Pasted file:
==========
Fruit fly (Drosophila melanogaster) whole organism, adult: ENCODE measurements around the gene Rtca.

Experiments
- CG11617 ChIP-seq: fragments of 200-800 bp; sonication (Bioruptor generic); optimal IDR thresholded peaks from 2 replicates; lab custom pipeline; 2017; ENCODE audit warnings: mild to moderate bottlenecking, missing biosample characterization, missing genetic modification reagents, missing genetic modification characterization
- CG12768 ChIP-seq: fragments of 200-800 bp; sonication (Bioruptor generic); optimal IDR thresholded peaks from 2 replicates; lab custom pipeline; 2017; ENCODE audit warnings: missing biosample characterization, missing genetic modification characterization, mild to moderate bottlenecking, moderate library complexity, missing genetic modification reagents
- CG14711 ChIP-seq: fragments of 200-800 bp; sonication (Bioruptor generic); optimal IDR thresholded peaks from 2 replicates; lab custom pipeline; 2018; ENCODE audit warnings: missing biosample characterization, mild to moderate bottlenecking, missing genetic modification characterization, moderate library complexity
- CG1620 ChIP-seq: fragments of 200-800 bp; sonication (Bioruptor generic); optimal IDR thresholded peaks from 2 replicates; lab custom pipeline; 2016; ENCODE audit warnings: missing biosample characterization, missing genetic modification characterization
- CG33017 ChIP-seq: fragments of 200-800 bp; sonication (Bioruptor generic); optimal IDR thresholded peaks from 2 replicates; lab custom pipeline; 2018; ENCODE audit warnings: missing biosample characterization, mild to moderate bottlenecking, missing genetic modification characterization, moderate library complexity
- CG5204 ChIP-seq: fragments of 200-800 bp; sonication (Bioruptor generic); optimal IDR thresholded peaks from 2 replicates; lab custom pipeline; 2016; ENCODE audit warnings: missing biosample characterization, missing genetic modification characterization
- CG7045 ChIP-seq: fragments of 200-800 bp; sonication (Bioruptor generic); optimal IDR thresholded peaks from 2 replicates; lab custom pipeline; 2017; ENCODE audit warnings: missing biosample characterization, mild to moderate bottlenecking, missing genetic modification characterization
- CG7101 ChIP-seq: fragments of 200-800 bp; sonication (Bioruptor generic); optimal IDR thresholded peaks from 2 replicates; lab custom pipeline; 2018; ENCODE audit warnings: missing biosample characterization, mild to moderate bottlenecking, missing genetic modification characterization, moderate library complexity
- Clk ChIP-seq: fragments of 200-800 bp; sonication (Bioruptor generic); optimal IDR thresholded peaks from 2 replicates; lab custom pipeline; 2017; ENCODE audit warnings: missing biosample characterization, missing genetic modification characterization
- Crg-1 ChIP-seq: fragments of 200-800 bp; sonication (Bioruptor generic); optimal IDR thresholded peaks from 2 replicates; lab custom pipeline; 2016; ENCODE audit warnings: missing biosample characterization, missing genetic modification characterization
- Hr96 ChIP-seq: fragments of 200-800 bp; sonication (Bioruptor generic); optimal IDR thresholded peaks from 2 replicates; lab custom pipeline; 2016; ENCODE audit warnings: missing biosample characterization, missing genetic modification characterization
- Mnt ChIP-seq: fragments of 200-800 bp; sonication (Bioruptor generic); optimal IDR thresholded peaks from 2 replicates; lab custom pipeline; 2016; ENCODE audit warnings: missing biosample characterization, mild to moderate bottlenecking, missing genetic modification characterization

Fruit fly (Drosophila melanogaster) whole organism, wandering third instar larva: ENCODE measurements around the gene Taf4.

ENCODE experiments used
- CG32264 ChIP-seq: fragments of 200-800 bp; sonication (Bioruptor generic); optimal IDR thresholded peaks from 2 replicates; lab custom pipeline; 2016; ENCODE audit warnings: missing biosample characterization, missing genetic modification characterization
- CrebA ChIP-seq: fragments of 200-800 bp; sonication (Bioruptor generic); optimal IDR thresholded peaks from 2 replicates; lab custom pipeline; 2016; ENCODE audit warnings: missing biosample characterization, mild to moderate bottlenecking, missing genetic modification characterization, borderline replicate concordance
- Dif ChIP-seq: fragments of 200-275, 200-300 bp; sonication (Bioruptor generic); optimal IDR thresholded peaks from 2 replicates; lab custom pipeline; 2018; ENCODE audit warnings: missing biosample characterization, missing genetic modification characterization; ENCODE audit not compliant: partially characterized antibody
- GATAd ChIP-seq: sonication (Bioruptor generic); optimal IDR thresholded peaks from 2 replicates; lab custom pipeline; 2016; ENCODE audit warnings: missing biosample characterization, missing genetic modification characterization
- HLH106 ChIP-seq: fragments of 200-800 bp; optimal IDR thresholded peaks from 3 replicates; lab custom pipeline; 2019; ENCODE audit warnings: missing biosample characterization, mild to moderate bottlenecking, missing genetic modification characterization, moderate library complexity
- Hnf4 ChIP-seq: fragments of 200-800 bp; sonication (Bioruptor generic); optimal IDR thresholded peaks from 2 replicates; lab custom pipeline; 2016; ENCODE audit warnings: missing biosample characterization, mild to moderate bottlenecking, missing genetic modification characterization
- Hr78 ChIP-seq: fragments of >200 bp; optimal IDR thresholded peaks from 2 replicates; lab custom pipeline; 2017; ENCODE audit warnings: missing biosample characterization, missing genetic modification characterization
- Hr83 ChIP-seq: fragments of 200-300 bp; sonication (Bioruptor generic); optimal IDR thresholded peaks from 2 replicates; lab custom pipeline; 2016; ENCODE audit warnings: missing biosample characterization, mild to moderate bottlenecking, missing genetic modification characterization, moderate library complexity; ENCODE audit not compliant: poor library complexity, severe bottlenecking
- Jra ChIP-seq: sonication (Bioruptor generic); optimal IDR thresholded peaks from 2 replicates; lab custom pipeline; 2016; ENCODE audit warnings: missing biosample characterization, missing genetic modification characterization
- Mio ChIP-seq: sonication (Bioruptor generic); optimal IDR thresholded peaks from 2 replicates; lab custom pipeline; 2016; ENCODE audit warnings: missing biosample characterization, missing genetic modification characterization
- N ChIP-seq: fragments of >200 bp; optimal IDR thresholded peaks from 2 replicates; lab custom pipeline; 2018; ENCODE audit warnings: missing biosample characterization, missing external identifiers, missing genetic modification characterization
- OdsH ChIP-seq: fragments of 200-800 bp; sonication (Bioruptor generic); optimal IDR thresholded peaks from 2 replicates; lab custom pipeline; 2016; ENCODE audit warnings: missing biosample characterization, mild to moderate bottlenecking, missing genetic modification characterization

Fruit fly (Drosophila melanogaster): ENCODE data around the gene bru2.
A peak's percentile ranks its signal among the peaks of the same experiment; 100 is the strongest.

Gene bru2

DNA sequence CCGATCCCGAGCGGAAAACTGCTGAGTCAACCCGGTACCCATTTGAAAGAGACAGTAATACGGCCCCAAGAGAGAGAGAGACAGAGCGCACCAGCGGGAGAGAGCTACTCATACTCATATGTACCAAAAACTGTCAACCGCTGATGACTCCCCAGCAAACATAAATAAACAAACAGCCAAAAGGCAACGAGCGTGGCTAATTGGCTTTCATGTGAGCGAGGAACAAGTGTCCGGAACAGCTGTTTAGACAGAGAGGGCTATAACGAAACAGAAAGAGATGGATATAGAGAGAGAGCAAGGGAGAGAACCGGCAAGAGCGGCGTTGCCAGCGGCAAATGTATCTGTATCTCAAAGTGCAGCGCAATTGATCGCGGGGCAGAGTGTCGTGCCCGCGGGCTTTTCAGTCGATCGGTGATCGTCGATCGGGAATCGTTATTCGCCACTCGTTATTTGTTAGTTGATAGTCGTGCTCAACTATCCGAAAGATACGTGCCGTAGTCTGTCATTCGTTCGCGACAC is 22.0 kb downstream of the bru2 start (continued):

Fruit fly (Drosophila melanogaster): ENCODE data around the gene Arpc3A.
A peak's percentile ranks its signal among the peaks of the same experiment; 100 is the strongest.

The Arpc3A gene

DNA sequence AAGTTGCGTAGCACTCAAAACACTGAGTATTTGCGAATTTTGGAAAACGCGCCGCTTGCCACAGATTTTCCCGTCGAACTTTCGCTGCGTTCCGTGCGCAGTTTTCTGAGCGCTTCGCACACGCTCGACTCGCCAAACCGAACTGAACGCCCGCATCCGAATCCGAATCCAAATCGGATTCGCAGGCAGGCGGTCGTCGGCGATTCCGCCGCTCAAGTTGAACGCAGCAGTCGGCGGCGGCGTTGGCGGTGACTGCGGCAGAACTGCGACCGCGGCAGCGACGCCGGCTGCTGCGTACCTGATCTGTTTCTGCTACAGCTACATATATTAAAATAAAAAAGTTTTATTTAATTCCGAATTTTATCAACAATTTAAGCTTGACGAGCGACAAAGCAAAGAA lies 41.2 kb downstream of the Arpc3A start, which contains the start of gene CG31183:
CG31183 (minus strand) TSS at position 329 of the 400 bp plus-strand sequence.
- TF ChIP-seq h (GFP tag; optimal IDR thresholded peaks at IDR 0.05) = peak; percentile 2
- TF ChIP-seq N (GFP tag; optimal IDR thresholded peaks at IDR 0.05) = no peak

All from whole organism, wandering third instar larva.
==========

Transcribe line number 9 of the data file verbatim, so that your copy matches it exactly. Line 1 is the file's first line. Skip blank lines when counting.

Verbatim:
- CG7045 ChIP-seq: fragments of 200-800 bp; sonication (Bioruptor generic); optimal IDR thresholded peaks from 2 replicates; lab custom pipeline; 2017; ENCODE audit warnings: missing biosample characterization, mild to moderate bottlenecking, missing genetic modification characterization